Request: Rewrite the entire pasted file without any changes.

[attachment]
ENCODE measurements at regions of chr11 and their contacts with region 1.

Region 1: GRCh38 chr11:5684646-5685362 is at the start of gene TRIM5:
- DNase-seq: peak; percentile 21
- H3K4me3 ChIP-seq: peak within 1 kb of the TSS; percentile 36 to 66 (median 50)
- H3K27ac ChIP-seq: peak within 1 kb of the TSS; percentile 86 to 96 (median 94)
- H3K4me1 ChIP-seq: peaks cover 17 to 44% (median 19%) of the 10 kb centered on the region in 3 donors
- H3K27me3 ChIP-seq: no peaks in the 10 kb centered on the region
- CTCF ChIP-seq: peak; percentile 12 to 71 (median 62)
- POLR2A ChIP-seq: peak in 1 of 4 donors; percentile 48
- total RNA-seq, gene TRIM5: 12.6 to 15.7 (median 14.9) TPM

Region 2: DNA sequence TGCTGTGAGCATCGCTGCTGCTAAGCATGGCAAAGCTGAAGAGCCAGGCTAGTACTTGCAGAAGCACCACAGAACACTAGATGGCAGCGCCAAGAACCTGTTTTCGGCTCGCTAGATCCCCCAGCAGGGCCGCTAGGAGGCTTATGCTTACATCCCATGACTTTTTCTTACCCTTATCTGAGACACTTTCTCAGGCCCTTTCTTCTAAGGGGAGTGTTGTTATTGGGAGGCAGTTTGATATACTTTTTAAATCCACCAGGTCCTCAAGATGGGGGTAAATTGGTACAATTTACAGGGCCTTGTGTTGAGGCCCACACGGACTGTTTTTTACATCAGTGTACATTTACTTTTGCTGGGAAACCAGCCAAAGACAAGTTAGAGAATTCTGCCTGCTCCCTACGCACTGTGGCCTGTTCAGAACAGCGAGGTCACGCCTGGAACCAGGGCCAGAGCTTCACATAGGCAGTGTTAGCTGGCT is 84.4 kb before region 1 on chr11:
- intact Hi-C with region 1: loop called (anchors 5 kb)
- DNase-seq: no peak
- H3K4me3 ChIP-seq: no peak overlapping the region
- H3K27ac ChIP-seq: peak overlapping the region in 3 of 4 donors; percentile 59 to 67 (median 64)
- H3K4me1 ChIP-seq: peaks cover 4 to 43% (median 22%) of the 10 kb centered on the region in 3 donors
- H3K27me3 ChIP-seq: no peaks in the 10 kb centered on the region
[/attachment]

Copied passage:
ENCODE measurements at regions of chr11 and their contacts with region 1.

Region 1: GRCh38 chr11:5684646-5685362 is at the start of gene TRIM5:
- DNase-seq: peak; percentile 21
- H3K4me3 ChIP-seq: peak within 1 kb of the TSS; percentile 36 to 66 (median 50)
- H3K27ac ChIP-seq: peak within 1 kb of the TSS; percentile 86 to 96 (median 94)
- H3K4me1 ChIP-seq: peaks cover 17 to 44% (median 19%) of the 10 kb centered on the region in 3 donors
- H3K27me3 ChIP-seq: no peaks in the 10 kb centered on the region
- CTCF ChIP-seq: peak; percentile 12 to 71 (median 62)
- POLR2A ChIP-seq: peak in 1 of 4 donors; percentile 48
- total RNA-seq, gene TRIM5: 12.6 to 15.7 (median 14.9) TPM

Region 2: DNA sequence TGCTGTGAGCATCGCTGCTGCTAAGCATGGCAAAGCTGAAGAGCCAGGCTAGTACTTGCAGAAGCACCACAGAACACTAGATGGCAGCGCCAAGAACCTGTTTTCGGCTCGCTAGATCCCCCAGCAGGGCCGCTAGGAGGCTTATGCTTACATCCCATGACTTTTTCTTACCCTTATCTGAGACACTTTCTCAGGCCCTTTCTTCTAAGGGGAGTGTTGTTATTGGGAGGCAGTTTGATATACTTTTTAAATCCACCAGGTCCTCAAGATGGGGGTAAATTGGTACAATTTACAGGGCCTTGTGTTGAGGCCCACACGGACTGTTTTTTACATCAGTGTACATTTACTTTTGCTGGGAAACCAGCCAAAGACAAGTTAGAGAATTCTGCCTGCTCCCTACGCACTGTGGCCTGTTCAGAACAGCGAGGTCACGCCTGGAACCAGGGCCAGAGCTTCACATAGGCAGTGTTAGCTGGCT is 84.4 kb before region 1 on chr11:
- intact Hi-C with region 1: loop called (anchors 5 kb)
- DNase-seq: no peak
- H3K4me3 ChIP-seq: no peak overlapping the region
- H3K27ac ChIP-seq: peak overlapping the region in 3 of 4 donors; percentile 59 to 67 (median 64)
- H3K4me1 ChIP-seq: peaks cover 4 to 43% (median 22%) of the 10 kb centered on the region in 3 donors
- H3K27me3 ChIP-seq: no peaks in the 10 kb centered on the region